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Here’s Why Aldi’s Groceries Are So Cheap

Aldi is famous for having low grocery prices. We found a bunch of reasons the supermarket can keep its prices at rock bottom.

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Aldi avoids brand names

At most supermarkets, you’ll find tons of big-brand ithttps://stage.rd.com/list/why-aldis-is-so-cheap/ems, but at Aldi, a whopping 90 percent of the products are private label. By avoiding brand names, Aldi can skip going through another company and offer you cheaper prices. Don’t miss this explainer about the hype surrounding Aldi

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Shutterstock/Ken Wolter

They have a small selection, which means smaller stores

Did you know that Aldi only offers a selection of 900 core products? Since they don’t have national brands, they have less to warehouse and display in the store. This means having smaller stores compared to most other grocery retailers, and in return, smaller rent prices! 

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They take less time restocking shelves

Aldi’s design was specifically made for minimal stocking and upkeep. Other stores may have beautiful displays, but employees have to constantly restock them. At Aldi, products are inside boxes or simply stacked on each other, making it much easier for employees to restock.

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They use boxes, milk racks and pre-packaged produce

Boxes aren’t the only way Aldi saves time (and money). Products such as milk and even produce help reduce the upkeep at an Aldi store. Milk already comes in racks, and produce is pre-packaged and ready for checkout. Check out these ways to spend less at the grocery store

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They use energy-efficient lighting

In a press release in February 2017, Aldi announced its initiative to save money by remodeling some of the stores. A modern design (and even using open ceilings) will bring natural lighting into the store, making it environmentally friendly, too. They’ll even use recycled materials, energy-saving refrigeration, and LED lighting.

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Jonathan Weiss/Shutterstock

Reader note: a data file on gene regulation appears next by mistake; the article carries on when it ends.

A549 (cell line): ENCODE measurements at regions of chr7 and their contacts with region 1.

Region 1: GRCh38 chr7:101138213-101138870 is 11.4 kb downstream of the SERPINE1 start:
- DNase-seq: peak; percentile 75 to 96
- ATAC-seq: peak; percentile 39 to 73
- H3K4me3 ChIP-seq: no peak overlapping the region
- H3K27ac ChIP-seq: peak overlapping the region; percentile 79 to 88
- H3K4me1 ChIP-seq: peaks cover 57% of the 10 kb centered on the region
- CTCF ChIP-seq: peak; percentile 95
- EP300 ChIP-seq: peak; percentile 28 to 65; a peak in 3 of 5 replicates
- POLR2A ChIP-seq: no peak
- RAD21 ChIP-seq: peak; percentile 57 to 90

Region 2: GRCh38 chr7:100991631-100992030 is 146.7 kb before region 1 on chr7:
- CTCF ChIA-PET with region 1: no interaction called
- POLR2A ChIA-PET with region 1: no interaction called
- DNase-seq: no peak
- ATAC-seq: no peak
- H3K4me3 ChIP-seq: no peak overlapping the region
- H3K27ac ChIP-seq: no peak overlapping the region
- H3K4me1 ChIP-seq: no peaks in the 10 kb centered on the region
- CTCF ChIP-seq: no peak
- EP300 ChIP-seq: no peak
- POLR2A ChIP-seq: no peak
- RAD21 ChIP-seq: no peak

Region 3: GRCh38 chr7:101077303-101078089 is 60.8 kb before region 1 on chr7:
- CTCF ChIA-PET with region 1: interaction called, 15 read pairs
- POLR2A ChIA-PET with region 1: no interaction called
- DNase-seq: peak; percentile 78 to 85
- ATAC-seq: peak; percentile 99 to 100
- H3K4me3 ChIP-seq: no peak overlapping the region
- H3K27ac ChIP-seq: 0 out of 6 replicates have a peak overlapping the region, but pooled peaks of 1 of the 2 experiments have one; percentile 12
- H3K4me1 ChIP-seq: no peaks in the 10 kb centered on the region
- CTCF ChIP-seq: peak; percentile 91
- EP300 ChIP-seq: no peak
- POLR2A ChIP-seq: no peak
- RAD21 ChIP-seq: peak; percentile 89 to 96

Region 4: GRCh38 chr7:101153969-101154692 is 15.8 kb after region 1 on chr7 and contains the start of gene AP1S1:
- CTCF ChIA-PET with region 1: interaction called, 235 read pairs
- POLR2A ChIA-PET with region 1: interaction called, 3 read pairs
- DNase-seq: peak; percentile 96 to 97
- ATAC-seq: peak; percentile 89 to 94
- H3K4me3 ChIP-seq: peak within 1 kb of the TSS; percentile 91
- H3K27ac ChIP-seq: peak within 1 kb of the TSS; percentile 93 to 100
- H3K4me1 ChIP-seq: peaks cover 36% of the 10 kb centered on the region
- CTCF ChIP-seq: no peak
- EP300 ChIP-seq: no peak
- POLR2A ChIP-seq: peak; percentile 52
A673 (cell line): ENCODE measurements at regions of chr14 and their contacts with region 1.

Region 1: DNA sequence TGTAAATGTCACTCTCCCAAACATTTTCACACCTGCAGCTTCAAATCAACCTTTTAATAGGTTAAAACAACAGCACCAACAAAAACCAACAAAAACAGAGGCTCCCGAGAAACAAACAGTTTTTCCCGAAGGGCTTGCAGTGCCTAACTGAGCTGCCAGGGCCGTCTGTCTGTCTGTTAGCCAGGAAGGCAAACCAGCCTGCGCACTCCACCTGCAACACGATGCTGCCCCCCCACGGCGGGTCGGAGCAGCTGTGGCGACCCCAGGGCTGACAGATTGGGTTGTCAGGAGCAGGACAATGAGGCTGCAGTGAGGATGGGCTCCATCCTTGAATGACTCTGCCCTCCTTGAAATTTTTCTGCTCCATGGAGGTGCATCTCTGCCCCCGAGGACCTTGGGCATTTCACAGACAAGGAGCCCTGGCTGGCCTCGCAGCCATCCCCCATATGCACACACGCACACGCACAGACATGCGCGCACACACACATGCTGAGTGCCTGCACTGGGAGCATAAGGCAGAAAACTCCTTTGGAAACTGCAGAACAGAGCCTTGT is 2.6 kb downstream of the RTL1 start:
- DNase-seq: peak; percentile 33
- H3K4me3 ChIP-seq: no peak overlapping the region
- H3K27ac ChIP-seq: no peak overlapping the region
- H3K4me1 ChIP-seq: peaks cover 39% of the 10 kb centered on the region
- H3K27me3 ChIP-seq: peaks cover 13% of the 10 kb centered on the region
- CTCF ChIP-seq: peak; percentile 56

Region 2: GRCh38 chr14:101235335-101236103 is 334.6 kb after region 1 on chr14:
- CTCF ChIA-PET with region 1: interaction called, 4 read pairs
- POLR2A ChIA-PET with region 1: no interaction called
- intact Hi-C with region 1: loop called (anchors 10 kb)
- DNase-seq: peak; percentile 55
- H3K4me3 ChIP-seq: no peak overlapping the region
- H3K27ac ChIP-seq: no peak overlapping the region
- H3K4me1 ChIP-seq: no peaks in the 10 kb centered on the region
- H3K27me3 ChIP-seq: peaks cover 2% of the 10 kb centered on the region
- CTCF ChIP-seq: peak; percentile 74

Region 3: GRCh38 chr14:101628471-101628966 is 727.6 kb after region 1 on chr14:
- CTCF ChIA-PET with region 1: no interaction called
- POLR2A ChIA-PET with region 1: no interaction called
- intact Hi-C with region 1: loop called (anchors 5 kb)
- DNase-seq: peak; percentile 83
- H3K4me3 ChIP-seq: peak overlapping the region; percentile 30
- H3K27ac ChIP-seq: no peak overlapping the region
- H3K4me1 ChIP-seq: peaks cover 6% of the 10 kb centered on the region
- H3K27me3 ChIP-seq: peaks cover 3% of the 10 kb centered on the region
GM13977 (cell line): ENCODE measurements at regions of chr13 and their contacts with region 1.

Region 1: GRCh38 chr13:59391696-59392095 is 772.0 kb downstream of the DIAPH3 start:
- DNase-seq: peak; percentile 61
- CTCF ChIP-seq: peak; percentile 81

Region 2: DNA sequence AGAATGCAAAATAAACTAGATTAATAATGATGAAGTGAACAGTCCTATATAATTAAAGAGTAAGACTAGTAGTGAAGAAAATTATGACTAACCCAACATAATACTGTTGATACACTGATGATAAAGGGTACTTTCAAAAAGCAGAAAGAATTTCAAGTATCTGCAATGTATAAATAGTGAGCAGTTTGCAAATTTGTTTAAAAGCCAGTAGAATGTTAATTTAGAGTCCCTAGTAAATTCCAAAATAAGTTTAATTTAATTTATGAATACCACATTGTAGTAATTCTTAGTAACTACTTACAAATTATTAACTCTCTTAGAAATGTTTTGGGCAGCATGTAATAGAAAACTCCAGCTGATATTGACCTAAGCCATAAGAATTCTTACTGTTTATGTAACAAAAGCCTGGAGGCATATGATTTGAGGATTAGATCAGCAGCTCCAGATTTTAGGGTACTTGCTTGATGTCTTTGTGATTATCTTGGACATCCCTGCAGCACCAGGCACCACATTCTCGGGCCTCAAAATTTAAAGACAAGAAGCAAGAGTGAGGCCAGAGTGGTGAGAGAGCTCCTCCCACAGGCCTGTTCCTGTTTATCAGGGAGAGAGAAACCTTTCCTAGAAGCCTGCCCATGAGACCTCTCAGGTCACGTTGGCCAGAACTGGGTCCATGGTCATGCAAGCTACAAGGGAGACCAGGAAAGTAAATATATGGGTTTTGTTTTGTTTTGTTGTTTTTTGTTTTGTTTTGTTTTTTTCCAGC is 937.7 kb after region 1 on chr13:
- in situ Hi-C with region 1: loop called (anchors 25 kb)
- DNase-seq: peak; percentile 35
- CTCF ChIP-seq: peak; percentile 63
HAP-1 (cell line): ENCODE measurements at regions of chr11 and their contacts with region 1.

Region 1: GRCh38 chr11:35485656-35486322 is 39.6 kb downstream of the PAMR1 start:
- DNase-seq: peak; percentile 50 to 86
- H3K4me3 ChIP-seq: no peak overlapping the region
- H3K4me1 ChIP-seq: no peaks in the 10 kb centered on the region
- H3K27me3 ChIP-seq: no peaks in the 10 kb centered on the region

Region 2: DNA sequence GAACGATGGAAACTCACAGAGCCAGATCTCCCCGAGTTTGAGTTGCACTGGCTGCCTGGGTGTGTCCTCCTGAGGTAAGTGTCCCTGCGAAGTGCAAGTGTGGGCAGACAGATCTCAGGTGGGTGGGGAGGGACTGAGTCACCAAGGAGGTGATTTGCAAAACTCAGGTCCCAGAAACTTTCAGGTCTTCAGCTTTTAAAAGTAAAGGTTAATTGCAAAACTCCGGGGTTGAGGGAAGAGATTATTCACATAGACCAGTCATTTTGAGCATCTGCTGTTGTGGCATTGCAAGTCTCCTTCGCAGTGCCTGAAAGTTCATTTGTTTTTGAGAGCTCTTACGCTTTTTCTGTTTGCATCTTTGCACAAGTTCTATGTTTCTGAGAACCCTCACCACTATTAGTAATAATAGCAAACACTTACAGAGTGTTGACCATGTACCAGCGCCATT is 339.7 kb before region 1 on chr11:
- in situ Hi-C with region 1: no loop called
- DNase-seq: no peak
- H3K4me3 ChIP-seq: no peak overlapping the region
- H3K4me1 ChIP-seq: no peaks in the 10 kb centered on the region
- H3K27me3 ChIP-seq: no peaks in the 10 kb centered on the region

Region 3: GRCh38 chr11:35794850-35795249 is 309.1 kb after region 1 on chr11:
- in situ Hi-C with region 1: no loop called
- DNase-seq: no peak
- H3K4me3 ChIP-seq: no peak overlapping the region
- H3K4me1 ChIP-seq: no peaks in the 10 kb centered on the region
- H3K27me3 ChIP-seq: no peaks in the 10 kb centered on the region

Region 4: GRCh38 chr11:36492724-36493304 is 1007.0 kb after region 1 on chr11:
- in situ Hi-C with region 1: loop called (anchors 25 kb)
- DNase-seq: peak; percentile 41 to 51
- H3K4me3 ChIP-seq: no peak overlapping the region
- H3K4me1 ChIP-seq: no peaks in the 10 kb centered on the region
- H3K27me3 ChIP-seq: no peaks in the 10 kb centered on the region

They have fewer workers

Aldi will often schedule only two or three staff at a time. That’s nothing compared to the number of employees you’ll see at other markets. With the way Aldi is designed, not as many workers are needed to stock the shelves or keep things in order. This also allows the store to pay those few employees a decent paycheck.

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Shutterstock/Atstock Productions

Aldi customers bring their own bags

Aldi doesn’t bother buying as many plastic bags as other stores, thanks to their bag policy. If you end up using an Aldi plastic bag, you’ll have to pay for it. This is to encourage customers to bring their own bags—keeping the store a green environment and putting money back into customer pockets. Here are some other grocery shopping secrets everyone should know

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They don’t have a ton of TV ads

Have you ever seen a Walmart or Target ad on TV? Yes. Aldi? Probably not as many. Although Aldi does have a small television campaign, advertisements on television aren’t seen as frequently as other popular name brands. This means Aldi has extra money to save for what they do best—bring you cheap prices.

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Ulf Wittrock/Shutterstock

They have a smart shopping-cart rental system

No need to have someone working the shopping carts all the time with a system like Aldi’s! In order to use a cart, you must put a coin in the cart to unlock it. This gives people an incentive to return the cart and get their money back. Didn’t know about that? 

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Shutterstock/Joe Seer

They’re about consumers, not profits

Unlike most supermarkets, Aldi doesn’t charge suppliers for shelf space and keeps their terms simple. According to Australian newspaper The New Daily, Aldi claims it wants “to suck the profitability out of the [supermarket] industry in favor of the consumer.” Every decision the company makes always has the customer in mind, and it pays off. Next, don’t miss these 29 things your grocer won’t tell you.

Taste of Home
Originally Published on Taste of Home

Kiersten Hickman
Kiersten is the Social Media Editor at Reader's Digest and writes for Taste of Home and The Family Handyman. She firmly believes that no matter where you go, picnics are always a good idea. Especially if it’s paired with a good book. She’s an advocate for meal prepping and passionate about living a plastic-free life.